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It's Time To Thank The Man You've Never Heard Of Who Used His War Pension To Fund Mental Health Services

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Love him or hate him, reports that Simon Cowell donated £100k to the Grenfell charity can only be met with positivity. It's the latest example of a celebrity using his or her privileged position to help others.

But what about the unsung heroes? Everyday folk who use their own money to plug a gap in public services. People like Eddie Dean from Newcastle, who used his war pension to set up a mental health charity. Given he doesn't own a hugely successful entertainment production company, I'd say his contribution, in relative terms, is at least on a par with Cowell's. But I bet you've never heard about it.

Why Eddie invested his pension into a new charity

I met Eddie recently after I was lucky enough to hear about his North East-based charity, Anxious Minds, from mental health campaigner, Denise Welch, who is also a patron of the charity.

As the owner of one seriously anxious mind myself, I knew I'd be interested in Eddie's work. But I had no idea how or why the charity came to be - and it turns out it all stems from a frustration that will be familiar to the many people sitting on NHS mental health waiting lists.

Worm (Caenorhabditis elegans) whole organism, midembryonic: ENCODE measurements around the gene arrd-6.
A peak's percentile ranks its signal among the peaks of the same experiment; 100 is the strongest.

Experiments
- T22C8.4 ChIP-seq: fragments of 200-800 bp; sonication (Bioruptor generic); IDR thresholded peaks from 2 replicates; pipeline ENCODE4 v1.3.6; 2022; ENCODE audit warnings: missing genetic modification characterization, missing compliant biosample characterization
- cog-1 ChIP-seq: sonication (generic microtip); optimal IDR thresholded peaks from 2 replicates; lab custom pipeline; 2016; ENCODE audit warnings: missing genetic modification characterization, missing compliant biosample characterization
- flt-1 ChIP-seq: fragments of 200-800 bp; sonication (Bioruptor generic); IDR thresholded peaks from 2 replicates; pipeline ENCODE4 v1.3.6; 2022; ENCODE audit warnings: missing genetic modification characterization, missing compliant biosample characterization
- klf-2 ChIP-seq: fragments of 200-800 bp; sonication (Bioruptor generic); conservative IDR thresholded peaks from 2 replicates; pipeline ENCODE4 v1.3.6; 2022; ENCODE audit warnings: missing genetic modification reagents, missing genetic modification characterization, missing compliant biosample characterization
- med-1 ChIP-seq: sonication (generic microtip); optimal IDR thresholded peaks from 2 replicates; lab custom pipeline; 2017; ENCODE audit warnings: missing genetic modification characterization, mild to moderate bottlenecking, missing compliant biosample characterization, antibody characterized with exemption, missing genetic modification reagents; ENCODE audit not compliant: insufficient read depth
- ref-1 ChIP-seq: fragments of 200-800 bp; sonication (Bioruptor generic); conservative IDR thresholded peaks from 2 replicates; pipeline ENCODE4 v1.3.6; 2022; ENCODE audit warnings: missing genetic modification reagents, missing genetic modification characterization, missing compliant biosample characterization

Eddie, a veteran, has PTSD and clinical depression. He was on a waiting list for therapy but was just not getting that first appointment. NHS services are squeezed, perhaps especially so in the North East, where an NHS study last year found that the region has a higher prevalence of common mental health problems than anywhere else in England.

So Eddie decided to do something about it himself. To support himself, and others like him, who were also on NHS waiting lists for mental health support. He used his war pension to launch his charity and pay for professional counsellors, community venues and an online presence to let people know about the free services on offer - with no waiting lists.

Over 400 people have since benefited from these services which include peer support groups, counselling services, online communities, self help resources, mindfulness classes and more. It's proving to be a helpful stop gap as people wait for their NHS services. In fact, it's proving so successful that some NHS trusts are referring people in where appropriate for peer support while they wait.

Stretched services

The most recent NHS England Five Year Forward View mental health stats show that over 10% of people referred into psychological therapies are still waiting for their first treatment appointment after six weeks. It's certainly improving, but there is still a way to go.

Natalie* has been waiting for a referral since 2015. She was barely awake for two hours each day, had been signed off work and could manage only two or three sentences before bursting into tears. Then she found Eddie and the Anxious Minds community.

Now, she has come off all medication, is preparing her return to work and is keen to train as a volunteer peer support worker for the charity. She still hasn't heard back about her NHS referral.